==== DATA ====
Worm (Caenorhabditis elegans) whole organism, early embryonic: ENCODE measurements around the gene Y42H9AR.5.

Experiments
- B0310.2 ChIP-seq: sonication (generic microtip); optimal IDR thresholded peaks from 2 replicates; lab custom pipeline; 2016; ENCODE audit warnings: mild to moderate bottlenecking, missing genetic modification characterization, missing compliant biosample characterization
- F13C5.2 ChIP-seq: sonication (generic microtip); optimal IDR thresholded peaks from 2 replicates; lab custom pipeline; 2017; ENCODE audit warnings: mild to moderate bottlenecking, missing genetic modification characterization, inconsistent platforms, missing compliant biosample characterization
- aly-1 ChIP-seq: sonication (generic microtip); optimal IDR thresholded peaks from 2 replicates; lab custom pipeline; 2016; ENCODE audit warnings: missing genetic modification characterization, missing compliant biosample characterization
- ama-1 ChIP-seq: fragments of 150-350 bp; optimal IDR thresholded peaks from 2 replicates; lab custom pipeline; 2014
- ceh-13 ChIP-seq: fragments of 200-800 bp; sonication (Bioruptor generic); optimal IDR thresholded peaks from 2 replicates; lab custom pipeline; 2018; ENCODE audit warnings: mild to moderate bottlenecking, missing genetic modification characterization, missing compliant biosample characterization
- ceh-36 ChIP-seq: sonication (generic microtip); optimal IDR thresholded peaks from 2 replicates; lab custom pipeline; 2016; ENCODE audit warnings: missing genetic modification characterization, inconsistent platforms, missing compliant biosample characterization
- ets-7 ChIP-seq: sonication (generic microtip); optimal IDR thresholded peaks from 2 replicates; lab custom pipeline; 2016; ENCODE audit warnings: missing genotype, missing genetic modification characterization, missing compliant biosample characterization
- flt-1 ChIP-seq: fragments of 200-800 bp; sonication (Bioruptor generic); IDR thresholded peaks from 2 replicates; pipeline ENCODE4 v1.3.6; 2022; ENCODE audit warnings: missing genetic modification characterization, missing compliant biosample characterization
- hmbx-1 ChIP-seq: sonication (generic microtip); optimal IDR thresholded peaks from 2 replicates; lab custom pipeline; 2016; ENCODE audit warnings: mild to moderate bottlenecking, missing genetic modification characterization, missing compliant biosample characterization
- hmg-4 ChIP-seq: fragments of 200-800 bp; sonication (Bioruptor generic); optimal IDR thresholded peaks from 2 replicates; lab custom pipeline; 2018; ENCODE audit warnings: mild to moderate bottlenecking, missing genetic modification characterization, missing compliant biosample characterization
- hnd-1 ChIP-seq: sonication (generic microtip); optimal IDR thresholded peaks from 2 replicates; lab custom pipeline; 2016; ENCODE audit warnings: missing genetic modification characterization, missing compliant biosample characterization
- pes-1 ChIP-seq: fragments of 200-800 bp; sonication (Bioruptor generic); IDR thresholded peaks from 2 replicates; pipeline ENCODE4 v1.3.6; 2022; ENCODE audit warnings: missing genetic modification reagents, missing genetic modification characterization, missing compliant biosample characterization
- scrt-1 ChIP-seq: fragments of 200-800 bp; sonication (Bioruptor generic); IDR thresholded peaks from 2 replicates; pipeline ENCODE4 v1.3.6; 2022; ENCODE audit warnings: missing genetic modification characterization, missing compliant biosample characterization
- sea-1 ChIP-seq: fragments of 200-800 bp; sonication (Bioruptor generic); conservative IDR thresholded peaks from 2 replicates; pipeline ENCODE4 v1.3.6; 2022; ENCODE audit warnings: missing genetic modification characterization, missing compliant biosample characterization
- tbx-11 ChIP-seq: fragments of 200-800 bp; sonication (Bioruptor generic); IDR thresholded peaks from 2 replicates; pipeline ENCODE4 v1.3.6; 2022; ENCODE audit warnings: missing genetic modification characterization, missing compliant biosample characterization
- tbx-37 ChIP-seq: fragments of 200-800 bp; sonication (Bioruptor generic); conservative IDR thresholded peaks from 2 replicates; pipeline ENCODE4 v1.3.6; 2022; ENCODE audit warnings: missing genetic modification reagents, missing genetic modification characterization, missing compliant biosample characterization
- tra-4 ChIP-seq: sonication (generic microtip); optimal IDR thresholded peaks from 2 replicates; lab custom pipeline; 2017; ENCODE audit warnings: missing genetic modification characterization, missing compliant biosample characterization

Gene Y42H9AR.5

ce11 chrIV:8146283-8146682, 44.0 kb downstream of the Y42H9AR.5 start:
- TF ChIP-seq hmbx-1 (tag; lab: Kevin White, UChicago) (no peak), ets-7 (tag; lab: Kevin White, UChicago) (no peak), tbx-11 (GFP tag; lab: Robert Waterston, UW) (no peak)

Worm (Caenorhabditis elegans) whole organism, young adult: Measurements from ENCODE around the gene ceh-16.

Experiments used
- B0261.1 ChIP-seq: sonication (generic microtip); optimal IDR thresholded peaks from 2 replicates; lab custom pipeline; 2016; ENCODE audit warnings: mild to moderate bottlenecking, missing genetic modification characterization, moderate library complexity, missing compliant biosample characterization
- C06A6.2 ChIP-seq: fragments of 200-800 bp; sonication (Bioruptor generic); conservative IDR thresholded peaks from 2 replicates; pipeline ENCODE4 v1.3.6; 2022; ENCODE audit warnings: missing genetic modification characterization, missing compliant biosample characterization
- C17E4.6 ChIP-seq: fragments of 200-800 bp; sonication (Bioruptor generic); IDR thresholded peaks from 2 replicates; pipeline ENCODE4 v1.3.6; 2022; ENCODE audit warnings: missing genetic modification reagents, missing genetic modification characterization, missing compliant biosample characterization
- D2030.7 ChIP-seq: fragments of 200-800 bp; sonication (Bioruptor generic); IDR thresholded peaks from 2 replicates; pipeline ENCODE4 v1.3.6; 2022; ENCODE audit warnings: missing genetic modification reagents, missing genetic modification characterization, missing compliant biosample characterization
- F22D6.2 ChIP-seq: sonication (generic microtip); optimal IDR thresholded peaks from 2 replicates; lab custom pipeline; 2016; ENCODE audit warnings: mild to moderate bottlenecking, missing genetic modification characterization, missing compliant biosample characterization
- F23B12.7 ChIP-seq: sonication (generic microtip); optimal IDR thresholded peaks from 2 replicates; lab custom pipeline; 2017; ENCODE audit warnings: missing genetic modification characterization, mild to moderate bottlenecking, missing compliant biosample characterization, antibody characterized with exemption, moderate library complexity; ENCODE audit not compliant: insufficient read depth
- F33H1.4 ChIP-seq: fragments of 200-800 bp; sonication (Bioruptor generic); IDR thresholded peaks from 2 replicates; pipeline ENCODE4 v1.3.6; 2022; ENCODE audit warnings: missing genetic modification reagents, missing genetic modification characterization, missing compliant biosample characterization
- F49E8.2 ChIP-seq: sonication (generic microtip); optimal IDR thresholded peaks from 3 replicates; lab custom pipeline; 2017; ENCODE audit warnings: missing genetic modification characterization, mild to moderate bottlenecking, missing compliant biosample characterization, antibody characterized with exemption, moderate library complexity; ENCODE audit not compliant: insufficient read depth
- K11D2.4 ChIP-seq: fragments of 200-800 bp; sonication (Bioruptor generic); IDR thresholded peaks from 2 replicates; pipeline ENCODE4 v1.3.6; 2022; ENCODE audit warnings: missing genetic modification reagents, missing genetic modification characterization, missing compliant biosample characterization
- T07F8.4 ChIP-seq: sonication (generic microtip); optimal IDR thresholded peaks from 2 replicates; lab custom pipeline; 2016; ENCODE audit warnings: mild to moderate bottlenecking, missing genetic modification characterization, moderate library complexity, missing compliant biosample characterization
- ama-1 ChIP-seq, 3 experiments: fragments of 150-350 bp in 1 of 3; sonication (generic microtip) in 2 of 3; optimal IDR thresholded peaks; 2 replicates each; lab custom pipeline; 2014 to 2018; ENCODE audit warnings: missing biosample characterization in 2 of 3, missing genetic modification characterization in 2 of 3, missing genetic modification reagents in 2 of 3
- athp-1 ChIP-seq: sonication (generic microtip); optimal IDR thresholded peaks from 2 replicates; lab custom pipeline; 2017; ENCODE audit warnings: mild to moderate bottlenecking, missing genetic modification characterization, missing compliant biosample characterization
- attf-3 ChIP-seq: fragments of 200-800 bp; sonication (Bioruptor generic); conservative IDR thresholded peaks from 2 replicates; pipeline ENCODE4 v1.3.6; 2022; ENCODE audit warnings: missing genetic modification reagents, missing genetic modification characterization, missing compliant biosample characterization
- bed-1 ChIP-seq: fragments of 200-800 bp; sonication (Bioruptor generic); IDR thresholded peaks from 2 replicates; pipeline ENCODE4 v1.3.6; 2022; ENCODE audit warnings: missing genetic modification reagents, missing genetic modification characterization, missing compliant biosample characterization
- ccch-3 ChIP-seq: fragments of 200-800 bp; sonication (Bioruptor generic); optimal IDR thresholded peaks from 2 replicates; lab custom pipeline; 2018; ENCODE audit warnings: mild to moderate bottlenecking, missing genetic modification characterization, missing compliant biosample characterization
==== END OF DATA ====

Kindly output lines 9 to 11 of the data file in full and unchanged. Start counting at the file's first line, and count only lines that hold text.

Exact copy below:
- ets-7 ChIP-seq: sonication (generic microtip); optimal IDR thresholded peaks from 2 replicates; lab custom pipeline; 2016; ENCODE audit warnings: missing genotype, missing genetic modification characterization, missing compliant biosample characterization
- flt-1 ChIP-seq: fragments of 200-800 bp; sonication (Bioruptor generic); IDR thresholded peaks from 2 replicates; pipeline ENCODE4 v1.3.6; 2022; ENCODE audit warnings: missing genetic modification characterization, missing compliant biosample characterization
- hmbx-1 ChIP-seq: sonication (generic microtip); optimal IDR thresholded peaks from 2 replicates; lab custom pipeline; 2016; ENCODE audit warnings: mild to moderate bottlenecking, missing genetic modification characterization, missing compliant biosample characterization